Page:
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specialising in recruitment services for japanese speaking job seekers in Singapore

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16 Apr 2010

Vol.11 (En)

Please contact us at 9672-0104 or send email to (Mr. Terunuma)

Singapore & Japan Lead Asia In Adopting Elderly-Friendly Work Practices

Many employers in Asia still prefer to recruit younger workers, discriminating against older job-seekers whom they feel cost more but are less productive. Such attitudes were surfaced in a recent study conducted by the Diversity and Inclusion in Asia Network (DIAN), set up by Community Business - a Hong Kong based non-profit organisation that advises companies on work-related issues.

However, Singapore and Japan were deemed ahead of the pack when it comes to adopting age-friendly employment practices. Both countries are having populations that are amongst those most rapidly ageing in Asia. The study revealed that both Singapore and Japan are the most proactive in taking steps to encourage employers to retain workers beyond the retirement age.

Community Business's Head of Research and Marketing, Ms Kate Vernon, cited that Singapore recognises that it needs to keep older workers in the labour force longer to ensure economic success. The Singapore Government pursued to enhance the employability of older workers - for example, by issuing tripartite guidelines on the re-employment of older workers. The official retirement age for Singapore workers will be raised by 3 years to 65 in year 2012. Labour Member of Parliament and co-chairman of the Tripartite Alliance for Fair Employment Practices in Singapore, Halimah Yacob, highlighted while addressing the issue of a rapidly ageing workforce, that "Singapore is well-placed to ride the silver tsunami and tap on older employees", and that employers here agreed that they can no longer ignore the growing silver brigade of workers.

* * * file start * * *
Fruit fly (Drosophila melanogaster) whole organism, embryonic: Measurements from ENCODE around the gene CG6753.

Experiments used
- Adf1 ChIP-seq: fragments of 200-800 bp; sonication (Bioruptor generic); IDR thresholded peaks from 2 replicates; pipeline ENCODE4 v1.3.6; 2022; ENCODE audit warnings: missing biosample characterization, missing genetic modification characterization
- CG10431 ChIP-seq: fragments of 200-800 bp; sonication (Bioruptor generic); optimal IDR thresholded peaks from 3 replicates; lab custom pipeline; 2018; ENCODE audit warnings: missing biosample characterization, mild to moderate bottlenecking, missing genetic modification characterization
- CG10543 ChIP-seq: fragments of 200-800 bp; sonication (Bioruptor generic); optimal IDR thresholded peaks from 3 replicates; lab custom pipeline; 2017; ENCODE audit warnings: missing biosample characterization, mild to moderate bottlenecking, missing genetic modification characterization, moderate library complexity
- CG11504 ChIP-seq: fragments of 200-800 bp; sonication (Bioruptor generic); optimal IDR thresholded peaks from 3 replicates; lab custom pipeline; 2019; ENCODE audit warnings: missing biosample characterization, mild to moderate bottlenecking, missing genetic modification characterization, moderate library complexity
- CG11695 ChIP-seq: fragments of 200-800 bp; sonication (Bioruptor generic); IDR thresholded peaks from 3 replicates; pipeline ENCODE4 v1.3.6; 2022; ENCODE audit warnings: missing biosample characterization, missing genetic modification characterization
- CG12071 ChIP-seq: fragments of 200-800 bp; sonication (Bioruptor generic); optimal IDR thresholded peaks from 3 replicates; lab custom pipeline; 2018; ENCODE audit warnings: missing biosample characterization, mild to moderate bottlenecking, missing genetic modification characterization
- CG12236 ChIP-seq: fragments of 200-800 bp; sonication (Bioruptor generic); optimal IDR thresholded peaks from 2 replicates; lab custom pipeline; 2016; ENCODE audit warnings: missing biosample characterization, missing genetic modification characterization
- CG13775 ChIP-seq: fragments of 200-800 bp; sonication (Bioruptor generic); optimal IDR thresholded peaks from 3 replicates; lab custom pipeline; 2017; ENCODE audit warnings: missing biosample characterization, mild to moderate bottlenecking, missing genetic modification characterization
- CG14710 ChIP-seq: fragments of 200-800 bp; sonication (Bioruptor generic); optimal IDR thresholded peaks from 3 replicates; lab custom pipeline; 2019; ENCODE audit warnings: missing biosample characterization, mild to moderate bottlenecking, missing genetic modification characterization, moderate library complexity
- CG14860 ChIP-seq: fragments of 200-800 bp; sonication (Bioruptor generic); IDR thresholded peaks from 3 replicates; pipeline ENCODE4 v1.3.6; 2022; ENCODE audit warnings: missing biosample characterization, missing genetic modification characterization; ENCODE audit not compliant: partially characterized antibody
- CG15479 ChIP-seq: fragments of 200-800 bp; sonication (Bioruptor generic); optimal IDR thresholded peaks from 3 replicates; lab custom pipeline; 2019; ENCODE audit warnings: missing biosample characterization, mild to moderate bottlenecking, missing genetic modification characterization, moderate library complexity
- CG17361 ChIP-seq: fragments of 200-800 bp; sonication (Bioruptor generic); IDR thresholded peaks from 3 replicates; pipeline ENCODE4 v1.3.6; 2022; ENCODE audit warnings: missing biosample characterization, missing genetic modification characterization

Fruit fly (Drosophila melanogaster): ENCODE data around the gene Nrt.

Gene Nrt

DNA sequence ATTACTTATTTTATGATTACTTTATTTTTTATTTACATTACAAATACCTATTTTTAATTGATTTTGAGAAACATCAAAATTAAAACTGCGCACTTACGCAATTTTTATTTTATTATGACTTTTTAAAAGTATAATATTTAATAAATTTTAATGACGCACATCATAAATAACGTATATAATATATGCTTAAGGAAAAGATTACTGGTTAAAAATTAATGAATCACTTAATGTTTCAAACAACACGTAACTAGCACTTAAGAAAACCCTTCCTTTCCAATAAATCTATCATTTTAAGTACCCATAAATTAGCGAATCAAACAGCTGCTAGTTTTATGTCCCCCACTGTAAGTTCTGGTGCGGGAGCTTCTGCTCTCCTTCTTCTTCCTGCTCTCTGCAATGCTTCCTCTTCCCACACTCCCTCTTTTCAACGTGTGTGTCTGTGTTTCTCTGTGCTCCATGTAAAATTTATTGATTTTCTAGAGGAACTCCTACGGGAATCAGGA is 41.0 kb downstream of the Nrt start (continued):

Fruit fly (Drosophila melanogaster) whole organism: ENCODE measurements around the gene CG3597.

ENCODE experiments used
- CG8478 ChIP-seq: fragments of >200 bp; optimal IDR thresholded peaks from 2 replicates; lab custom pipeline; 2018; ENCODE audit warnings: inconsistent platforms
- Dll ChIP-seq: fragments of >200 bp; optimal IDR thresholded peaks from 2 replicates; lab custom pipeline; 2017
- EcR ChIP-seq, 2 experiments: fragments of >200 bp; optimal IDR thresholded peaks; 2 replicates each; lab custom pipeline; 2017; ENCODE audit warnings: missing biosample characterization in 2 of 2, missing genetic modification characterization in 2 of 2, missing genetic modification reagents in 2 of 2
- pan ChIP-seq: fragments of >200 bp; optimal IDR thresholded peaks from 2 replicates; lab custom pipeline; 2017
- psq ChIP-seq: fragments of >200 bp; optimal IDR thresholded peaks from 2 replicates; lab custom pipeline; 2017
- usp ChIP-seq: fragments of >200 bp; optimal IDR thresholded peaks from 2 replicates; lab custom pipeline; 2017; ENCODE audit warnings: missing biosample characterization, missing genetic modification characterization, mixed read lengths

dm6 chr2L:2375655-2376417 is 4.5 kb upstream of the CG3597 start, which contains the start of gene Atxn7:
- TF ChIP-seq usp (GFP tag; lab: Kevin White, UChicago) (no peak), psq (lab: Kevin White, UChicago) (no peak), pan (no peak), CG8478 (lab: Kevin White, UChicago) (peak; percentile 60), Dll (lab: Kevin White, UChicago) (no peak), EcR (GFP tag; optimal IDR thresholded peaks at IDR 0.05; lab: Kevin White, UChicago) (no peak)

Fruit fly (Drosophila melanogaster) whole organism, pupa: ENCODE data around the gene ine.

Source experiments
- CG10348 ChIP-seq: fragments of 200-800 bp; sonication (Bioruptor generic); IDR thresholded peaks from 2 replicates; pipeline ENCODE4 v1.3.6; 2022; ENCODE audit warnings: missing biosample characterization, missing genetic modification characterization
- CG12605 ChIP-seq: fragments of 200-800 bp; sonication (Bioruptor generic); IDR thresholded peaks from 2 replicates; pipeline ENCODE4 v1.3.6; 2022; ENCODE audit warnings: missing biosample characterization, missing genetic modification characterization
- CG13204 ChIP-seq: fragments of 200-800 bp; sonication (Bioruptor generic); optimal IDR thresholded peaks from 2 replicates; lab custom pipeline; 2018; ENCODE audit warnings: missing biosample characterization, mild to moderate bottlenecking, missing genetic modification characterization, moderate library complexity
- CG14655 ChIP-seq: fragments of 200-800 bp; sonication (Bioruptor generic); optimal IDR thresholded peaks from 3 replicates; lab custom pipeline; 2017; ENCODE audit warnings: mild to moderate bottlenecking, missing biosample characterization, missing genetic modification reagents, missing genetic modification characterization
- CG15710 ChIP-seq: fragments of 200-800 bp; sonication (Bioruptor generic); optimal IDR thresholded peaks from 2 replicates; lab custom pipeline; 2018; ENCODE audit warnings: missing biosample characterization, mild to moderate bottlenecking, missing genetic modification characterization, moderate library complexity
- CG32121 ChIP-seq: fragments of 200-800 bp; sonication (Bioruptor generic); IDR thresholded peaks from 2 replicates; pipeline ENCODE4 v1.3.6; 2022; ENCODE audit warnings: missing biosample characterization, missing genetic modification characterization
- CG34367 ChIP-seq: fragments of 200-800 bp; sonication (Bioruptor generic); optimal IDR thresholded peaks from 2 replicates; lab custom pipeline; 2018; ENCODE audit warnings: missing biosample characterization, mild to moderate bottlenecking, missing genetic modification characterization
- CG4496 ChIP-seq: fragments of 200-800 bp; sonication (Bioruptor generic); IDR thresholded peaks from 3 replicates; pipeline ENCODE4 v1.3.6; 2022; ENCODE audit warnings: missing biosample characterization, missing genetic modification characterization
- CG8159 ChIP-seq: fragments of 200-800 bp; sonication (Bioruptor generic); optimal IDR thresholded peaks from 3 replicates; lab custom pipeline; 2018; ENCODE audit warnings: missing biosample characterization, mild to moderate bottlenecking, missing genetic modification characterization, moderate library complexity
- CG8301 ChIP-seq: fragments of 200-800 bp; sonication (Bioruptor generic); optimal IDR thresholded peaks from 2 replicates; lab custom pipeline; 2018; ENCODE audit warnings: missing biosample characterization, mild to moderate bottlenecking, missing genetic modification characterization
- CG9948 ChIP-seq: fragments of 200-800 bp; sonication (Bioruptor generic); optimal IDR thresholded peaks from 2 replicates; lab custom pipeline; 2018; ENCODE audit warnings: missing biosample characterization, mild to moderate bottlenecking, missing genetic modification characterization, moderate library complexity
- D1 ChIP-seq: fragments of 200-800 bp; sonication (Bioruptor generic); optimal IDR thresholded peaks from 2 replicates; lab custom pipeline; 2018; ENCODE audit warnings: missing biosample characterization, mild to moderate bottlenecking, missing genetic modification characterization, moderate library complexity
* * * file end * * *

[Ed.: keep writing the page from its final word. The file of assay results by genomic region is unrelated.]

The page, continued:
The study also made several suggestions on how companies can create an inclusive workplace for older workers. For example, by promoting an age-friendly culture, redesigning jobs to suit seniors and providing work schedules that are more accommodating to older employees. "We need to start initiatives now that will mature and become embedded in an organisation's culture in the future," said Ms Julia Wolage, DIAN member and vice-president and head of human resources at American Express in Singapore.

Japan is one of the world's leaders in terms of an ageing population, where the number of older workers is well ahead of other countries. In 2008, recognising that Japan's social and economic dynamism is under conditions of demographic decline, the Government announced its "New Employment Strategy", subtitled "Creating A Society In Which Everyone Plays A Part." This designates the next 3 years as an "intensive period" of support for expanding employment of people in the following three categories: the young, women, and the old. The government's aim for the old was to pursue continued employment up to the age of 65. Prior to this, the Japanese retirement age was 60.

And being as innovative as the Japanese will always be, Shigeki Toyama - a professor at Tokyo Agriculture and Technology (TAT) University, developed a motorized exoskeleton designed to boost the wearer's strength by 62 per cent. The design was meant to be used as a Robo-suit that will help ageing Japanese Farmers pick up crops with ease. Certainly making good use of science ensuring that the older farmers remain employed.